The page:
There is no set form for the notice of distraint however, in general, it should set out the amount of the rental arrears, the time rent arose, and the payment required and it should state that the chattels distrained will be sold not sooner than 5 days therefrom.Appraisal & InventoryThe bailiff is required to inventory the chattels and have them appraised by two qualified appraisers, but only after the 5 day period referred to in the notice has expired.  It is important to note that certain items are exempt from seizure.  These include fixtures, money (except in a cash register), perishable articles, consignment goods, goods subject to an equipment lease, good seized by the sheriff, goods delivered to a repairman exercising a public trade and wild animals.


Sale of the chattels can take place after the 5 day period referred to in the notice has expired and can be by public or private sale (subject to a duty to take all reasonable steps to obtain the best price possible).  The sale proceeds, less expenses, are paid to the landlord to satisfy rental arrears. Any excess is paid by the landlord to the tenant.  However, the landlord should take care to avoid an “excessive distraint” of more chattels than the rental arrears and expenses.  In such cases, the distraint may be deemed illegal and the landlord may be liable for damages.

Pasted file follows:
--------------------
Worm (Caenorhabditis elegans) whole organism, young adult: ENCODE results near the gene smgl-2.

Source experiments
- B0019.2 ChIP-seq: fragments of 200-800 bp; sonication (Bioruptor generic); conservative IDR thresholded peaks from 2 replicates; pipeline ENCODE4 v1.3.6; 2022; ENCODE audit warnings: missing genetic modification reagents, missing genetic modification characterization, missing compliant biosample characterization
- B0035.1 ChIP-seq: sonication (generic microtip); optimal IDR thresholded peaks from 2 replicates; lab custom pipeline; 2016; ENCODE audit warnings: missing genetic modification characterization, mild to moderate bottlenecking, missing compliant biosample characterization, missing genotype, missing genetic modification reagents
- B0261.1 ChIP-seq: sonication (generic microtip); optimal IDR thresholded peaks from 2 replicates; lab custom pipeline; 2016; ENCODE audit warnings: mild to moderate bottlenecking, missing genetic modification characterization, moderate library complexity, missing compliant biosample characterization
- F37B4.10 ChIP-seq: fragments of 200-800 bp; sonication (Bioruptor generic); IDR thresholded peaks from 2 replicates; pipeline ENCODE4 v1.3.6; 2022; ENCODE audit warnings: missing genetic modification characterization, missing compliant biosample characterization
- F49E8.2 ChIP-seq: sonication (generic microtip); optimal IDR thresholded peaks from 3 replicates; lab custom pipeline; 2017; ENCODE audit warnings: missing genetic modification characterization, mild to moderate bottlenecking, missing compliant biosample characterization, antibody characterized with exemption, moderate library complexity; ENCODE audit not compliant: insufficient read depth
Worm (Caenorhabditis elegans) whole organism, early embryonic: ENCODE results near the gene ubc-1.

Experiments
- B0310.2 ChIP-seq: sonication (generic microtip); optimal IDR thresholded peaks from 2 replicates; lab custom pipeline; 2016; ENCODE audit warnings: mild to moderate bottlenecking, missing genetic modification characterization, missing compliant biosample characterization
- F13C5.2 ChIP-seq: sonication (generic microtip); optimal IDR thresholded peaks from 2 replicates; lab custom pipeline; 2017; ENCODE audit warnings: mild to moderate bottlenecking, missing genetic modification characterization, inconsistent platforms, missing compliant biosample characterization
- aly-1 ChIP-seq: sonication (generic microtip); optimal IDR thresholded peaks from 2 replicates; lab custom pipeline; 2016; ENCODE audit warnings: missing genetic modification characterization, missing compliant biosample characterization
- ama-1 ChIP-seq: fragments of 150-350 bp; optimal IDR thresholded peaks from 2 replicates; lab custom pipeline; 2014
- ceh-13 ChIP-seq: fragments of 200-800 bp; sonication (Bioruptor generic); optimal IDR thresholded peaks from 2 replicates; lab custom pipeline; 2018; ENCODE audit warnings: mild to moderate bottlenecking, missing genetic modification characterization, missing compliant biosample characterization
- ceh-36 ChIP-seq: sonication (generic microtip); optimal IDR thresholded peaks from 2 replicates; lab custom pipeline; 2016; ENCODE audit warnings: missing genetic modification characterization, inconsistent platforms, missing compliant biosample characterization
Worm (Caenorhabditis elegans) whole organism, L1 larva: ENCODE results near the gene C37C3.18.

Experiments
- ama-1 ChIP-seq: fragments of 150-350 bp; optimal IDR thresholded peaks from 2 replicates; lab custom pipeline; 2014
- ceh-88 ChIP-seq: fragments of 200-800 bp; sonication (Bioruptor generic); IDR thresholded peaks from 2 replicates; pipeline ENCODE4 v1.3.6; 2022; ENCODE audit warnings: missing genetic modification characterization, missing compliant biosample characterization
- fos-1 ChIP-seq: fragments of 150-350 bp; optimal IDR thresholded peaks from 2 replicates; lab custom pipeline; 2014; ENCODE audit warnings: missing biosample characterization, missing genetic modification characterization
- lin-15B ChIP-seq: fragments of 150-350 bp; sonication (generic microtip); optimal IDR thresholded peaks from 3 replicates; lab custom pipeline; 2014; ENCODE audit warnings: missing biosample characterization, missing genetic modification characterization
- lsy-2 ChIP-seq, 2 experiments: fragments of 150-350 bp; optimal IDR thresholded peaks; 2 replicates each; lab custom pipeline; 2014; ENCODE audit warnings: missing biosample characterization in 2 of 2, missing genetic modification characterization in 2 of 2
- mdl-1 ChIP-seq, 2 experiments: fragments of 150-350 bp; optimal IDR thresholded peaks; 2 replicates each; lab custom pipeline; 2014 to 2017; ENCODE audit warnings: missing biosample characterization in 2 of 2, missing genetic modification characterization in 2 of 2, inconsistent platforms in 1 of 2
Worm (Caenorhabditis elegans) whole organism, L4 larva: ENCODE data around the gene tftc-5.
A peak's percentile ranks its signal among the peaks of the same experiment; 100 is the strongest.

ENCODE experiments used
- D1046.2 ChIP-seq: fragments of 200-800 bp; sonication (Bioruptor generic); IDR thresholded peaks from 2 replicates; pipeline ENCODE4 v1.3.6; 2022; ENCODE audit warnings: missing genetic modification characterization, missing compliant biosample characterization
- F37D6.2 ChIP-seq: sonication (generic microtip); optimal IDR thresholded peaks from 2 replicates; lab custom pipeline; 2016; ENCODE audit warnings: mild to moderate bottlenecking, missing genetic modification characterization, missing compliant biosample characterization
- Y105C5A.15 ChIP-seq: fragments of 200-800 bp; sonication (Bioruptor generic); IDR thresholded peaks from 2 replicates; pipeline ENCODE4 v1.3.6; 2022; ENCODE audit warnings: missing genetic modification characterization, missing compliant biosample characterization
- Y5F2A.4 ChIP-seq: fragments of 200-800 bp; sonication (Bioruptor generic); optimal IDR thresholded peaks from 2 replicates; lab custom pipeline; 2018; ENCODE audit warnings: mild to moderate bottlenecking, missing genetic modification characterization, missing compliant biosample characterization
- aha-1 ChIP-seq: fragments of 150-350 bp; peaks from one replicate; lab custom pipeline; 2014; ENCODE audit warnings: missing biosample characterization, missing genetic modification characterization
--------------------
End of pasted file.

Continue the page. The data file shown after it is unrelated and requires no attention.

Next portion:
The largest advantage to a commercial landlord exercising its right of distraint is that the proceeds of the sale are paid to the landlord in priority to other creditors, but the landlord must be wary of some priority issues which may be relevant.  For example, should a tenant declare bankruptcy or make a proposal under the Bankruptcy and Insolvency Act in the three months following the distraint, a trustee may review the distraint as a fraudulent preference and demand a return of the sale proceeds.  Likewise, the law is uncertain as it pertains to the priority of certain amounts which may be owed by the tenant under a “deemed trust” in favour of the Canada Revenue Agency (refer to Attorney General of Canada v. Community Expansion, Inc., 2004 CanLII 50266 (ON SC).  While these items are outside the control of the landlord, by following the procedure as outlined above and obtaining legal advice, many of the risks associated with distraint can be overcome and made manageable.


Please direct any questions or suggestions to the author of this article, William Cahill at 570-5577 or wcahill@coxandpalmer.com

The author was assisted by Matthew Clarke, a student-at-law with Cox & Palmer.

Cox & Palmer publications are intended to provide information of a general nature only and not legal advice. The information presented is current to the date of publication and may be subject to change following the publication date.

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Cox & Palmer publications are intended to provide information of a general nature only and not legal advice. The information presented is current to the date of publication and may be subject to change following the publication date.